The reverse total shoulder arthroplasty (RTSA) has continued to increase in clinical utility and popularity as an effective treatment for cuff tear arthropathy (CTA), irreparable rotator cuff tear (RCT), osteoarthritis, and acute three and four-part proximal humeral fractures. Performing RTSA for acute proximal humeral fractures (RTSA-F) presents the unique challenges of tuberosity management, bone loss, and instability compared to elective indications such as CTA or irreparable rotator cuff tears (RTSA-E). The purpose of this study is to compare the clinical outcomes, active range of motion, radiographic outcomes, and complications between RTSA-E and RTSA-F patients.
A systematic review of the literature was conducted in accordance with PRISMA guidelines. We queried 3 electronic databases (EMBASE, Cochrane and PubMed) using the search term “reverse” AND “shoulder” AND “arthroplasty.” Studies investigating clinical outcomes of RTSA for traumatic and/or elective indications were included. Studies were excluded if they included RTSAs performed for fracture sequelae, inflammatory arthritis, post-traumatic osteoarthritis, or avascular necrosis. Data collected included patient demographics, subjective outcome measurements, range of motion, and complications. The pooled means and proportions along with their 95% confidence intervals were generated by random effect model which incorporated the between-study variations in the weighting.
A total of 134 studies (11,651 shoulders) investigating clinical outcomes of RTSA-E patients and 66 studies (3,117 shoulders) investigating RTSA-F patients were included in this systematic review. Analysis of patient reported outcomes demonstrated that RTSA-F patients experienced significantly lower Constant scores than RTSA-E patients, however, relative Constant, SST, DASH, ASES, and VAS pain scores were similar RTSA-F patients also had significantly lower forward elevation, abduction, and external rotation. RTSA-F patients experienced tuberosity complications at significantly higher rates than RTSA-E patients (25.9%. versus 4.1%). There was no significant difference between the two groups in terms of other complications such as heterotopic ossification, radiographic loosening, revisions, nerve injury, postoperative stiffness, infections, dislocations, and component loosening.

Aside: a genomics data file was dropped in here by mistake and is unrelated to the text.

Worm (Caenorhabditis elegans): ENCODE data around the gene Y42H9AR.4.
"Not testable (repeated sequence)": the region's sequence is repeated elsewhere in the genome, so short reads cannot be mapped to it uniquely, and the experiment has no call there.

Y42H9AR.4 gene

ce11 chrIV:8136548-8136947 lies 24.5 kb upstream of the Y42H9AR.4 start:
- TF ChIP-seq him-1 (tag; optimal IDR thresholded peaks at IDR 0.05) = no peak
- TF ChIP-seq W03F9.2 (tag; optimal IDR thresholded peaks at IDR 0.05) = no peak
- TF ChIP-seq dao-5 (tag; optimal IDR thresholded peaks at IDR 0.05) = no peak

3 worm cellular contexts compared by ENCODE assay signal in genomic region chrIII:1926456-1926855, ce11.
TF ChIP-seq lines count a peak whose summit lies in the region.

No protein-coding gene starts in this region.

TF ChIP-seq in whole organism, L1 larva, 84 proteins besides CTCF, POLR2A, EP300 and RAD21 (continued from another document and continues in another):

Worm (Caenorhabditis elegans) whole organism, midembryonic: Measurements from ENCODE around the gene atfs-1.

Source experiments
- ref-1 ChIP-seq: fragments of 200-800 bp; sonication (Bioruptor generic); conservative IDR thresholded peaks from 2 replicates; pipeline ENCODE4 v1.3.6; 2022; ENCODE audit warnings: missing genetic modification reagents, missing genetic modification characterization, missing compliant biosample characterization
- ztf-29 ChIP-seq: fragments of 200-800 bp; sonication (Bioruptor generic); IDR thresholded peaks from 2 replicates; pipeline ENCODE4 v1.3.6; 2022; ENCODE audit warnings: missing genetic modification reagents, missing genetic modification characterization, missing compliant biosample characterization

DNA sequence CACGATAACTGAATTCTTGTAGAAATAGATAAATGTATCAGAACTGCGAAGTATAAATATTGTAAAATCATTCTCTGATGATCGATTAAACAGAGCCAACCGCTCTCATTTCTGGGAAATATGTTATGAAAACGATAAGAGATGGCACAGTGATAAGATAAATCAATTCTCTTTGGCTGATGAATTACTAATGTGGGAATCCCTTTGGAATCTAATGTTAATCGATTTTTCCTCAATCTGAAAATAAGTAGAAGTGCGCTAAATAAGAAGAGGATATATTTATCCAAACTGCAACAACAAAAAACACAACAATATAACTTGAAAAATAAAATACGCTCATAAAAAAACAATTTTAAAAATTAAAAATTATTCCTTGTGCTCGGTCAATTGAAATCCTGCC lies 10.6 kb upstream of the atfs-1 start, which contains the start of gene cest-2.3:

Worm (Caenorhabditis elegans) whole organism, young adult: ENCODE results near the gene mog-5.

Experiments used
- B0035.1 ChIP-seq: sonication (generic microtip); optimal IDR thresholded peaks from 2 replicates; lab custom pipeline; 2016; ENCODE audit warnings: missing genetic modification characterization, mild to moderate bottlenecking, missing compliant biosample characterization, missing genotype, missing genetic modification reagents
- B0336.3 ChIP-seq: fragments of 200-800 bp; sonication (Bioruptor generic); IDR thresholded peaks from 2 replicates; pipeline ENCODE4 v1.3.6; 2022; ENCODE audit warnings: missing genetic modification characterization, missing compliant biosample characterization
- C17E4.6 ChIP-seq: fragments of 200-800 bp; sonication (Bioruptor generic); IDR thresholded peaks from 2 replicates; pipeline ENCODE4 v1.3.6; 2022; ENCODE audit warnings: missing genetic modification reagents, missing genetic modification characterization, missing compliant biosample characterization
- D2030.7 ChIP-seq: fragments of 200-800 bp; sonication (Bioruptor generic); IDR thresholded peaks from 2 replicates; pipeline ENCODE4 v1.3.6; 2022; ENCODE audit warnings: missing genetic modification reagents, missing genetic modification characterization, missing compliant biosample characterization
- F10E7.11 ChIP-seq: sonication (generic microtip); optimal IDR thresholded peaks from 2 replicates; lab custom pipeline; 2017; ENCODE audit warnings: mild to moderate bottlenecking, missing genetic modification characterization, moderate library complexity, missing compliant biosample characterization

RTSA performed for acute three and four-part PHF’s has overall worse clinical outcomes and active range of motion compared to those performed for elective indications including CTA, massive irreparable RCTs, and osteoarthritis with deformity. Tuberosity healing may be a major contributing factor to the difference in clinical outcome. In the setting of RTSA-F, patient and surgeon expectations may need to be tempered and appropriate measures undertaken to optimize tuberosity healing.

Copyright © 2021. Published by Elsevier Inc.